These electronic chips are sensitive to light. The lens of the camera focuses the image on these chips which then convert the light energy into electrical energy and produce a digital video image. These chips can be manufactured to be very sensitive e to light; so sensitive in fact that they can produce high quality video footage in very low light conditions. These types of cameras are often called day/night vision cameras. Their sensitivity to light, that is, the lowest level of light that they can produce a clear image, is normally rated in Lux.

Lux is a unit of measurement of the intensity of light. Some low light or day/night cameras can produce images with as little as .002 Lux of light. That’s about the same amount of light available in the sky on a moonless, clear night.

Other low light in wall surveillance video cameras may actually be night vision infrared cameras. These cameras produce a high quality color video image in visible light conditions and use infrared light in low light or total darkness. These camera’s sensors are also sensitive to infrared light and usually use infrared Light Emitting Diodes to illuminate the target area. Although the camera’s sensor can see the infrared light, human eyes cannot making them excellent choices for covert low light monitoring.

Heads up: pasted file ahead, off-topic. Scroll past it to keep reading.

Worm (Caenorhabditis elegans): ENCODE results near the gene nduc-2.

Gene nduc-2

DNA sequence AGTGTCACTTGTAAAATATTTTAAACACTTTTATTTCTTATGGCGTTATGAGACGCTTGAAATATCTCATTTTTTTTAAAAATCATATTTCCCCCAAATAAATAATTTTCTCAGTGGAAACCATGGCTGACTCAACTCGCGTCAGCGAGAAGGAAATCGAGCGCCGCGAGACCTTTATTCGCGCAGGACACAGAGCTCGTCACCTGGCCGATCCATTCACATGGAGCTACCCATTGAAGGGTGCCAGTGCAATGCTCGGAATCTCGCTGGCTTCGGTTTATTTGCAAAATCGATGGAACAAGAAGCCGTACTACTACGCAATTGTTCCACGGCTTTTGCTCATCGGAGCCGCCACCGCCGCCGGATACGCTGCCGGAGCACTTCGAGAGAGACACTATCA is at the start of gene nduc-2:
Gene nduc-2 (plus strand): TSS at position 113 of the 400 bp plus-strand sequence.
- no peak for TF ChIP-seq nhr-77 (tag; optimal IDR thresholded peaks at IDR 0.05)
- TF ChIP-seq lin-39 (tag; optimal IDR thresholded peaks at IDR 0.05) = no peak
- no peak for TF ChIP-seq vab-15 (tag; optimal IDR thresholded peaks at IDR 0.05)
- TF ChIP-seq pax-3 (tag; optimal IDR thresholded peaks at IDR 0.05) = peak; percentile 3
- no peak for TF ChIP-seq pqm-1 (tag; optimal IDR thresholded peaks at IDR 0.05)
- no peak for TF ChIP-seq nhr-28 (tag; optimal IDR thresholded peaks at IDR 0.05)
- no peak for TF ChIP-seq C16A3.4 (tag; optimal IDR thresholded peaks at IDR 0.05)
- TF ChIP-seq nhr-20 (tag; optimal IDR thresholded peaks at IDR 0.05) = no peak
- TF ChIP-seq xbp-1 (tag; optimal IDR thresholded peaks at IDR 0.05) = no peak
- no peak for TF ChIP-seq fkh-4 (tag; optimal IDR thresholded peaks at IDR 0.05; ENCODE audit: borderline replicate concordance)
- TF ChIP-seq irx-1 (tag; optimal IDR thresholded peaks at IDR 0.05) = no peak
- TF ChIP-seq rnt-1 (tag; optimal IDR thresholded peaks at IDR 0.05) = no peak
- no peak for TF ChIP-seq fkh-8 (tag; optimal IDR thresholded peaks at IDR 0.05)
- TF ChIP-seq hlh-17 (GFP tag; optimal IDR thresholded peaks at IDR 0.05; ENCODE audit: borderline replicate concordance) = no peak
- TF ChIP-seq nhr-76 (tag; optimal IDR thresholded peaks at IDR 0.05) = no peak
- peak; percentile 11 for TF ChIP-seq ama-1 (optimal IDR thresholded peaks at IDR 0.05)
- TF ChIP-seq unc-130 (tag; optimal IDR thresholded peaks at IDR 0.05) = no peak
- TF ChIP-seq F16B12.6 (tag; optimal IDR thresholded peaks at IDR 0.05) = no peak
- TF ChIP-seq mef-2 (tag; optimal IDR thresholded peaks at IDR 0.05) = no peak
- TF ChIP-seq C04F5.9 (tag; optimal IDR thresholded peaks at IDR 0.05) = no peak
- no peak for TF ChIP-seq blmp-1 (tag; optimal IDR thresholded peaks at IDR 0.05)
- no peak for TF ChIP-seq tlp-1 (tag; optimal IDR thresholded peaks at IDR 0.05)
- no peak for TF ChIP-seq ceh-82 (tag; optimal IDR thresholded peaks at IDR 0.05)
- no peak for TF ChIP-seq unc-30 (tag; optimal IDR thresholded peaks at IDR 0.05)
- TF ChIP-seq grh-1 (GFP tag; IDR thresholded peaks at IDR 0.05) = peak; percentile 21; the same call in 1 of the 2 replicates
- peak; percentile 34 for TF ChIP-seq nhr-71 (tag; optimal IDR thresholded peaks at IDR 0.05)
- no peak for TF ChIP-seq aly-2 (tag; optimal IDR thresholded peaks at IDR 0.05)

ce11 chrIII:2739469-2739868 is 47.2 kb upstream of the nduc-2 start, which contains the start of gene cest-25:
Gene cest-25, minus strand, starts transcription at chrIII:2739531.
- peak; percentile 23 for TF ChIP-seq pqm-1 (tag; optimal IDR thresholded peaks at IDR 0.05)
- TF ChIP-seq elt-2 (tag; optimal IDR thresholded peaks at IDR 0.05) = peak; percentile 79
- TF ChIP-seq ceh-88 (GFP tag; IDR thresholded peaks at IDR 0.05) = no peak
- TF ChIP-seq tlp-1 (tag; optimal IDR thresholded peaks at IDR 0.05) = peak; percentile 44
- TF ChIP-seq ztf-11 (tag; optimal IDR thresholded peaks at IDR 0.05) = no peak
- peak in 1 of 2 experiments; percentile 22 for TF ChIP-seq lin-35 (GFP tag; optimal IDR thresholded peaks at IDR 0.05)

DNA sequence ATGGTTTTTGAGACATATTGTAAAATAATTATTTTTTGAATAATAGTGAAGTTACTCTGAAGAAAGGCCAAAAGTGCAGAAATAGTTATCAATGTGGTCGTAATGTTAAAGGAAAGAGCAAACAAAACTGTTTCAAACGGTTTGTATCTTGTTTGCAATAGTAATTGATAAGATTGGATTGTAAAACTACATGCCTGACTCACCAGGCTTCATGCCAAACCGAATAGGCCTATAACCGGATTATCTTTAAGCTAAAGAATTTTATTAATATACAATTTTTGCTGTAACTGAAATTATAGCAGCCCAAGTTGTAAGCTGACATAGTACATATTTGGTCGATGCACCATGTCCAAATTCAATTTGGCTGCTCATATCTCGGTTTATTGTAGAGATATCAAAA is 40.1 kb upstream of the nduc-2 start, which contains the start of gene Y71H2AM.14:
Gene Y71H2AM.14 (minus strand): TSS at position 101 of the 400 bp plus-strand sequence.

There are several different examples or designs of low light in wall surveillance video cameras. Unconcealed types are normally installed flush with the wall, the majority of the camera and housing occupying the space behind the wall. The camera normally has a protective face plate that is somewhat flush with the wall and that covers the camera lens. There are even corner mount low light in wall surveillance cameras that can be installed in the corners of a room.